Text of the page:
Witt has a degree in journalism from Colombia. There, they must have taught her to take notes, because she keeps telling us that this is what she is doing when a tabloid trained hack like me would ask a bloody question. Her detached style has been much praised and that was fine… Until she attends the live filming of an internet series called Public Disgrace. Here, Witt blankly records, a pretty girl called Penny has a sign that says “I’M A WORTHLESS CUNT” hung round her neck, is stripped, smacked, whipped, prodded, poked, penetrated, ejaculated on, electrocuted, anally fisted and worse, while a baying mob jeers and ‘mascara runs in rivers’ down her face.
To Germaine Greer, this would have been an outrage on womankind – Penny herself a ‘victim of male fetishism and loathing’ who like all the forgotten dead prostitutes of time – strangled, raped with bottles – didn’t cry out to those tormenting her: “‘Why do you hate us so?” although hate it clearly is.” But Witt doesn’t imagine herself as Penny – for a single second. She thinks the whole scene is cool – ‘taboo-breaking’ – and even tells us that ‘the pornographers at Kink are feminists themselves.’ That it took ‘feminism to explain how the gagging, slapping, and sneering of porn might be hateful to women… You couldn’t have Public Disgrace without feminism.’ Which is utter rot. Had she died at the end, Penny’s violation could have been a blow by blow re-enactment of the gang rape of Tralala in Last Exit to Brooklyn – which was published six whole years before The Female Eunuch.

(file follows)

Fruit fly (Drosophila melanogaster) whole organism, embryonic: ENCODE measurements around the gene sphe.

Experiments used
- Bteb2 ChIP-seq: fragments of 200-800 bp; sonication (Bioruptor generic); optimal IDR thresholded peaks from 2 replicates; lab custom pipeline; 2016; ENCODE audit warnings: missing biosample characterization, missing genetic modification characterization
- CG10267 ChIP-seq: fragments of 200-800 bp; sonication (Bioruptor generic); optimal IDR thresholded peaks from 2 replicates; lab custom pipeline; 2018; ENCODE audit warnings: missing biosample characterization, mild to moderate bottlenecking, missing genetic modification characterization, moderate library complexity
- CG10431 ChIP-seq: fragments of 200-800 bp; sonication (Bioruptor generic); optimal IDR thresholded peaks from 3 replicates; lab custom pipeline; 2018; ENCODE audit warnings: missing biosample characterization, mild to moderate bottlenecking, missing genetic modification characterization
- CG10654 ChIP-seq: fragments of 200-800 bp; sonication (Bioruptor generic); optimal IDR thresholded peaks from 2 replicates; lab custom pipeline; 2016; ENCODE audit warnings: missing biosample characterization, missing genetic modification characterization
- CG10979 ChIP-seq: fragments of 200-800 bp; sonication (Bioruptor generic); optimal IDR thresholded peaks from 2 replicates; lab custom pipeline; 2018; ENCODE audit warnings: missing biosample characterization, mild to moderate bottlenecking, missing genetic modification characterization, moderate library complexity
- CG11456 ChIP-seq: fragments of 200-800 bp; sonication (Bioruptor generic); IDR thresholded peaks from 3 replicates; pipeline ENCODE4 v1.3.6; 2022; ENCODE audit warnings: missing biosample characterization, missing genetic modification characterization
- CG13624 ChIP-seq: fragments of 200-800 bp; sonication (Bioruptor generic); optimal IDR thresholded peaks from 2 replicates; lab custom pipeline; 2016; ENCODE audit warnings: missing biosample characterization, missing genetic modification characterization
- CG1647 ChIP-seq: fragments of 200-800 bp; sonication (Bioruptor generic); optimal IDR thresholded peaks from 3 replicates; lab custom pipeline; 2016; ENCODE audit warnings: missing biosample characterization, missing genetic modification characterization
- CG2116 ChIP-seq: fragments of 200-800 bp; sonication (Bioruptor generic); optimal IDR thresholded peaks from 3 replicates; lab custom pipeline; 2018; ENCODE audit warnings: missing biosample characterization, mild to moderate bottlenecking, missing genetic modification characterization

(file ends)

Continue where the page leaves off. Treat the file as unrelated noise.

This scene isn’t just hateful to women – it’s hateful to the human soul. Witt does not even wonder what happened to Penny to make her submit to treatment that would not be allowed – if she were a cow. All sympathy is concentrated instead on our authoress who chooses this point to confess that she’s so miserable without a boyfriend she’s not having sex at all.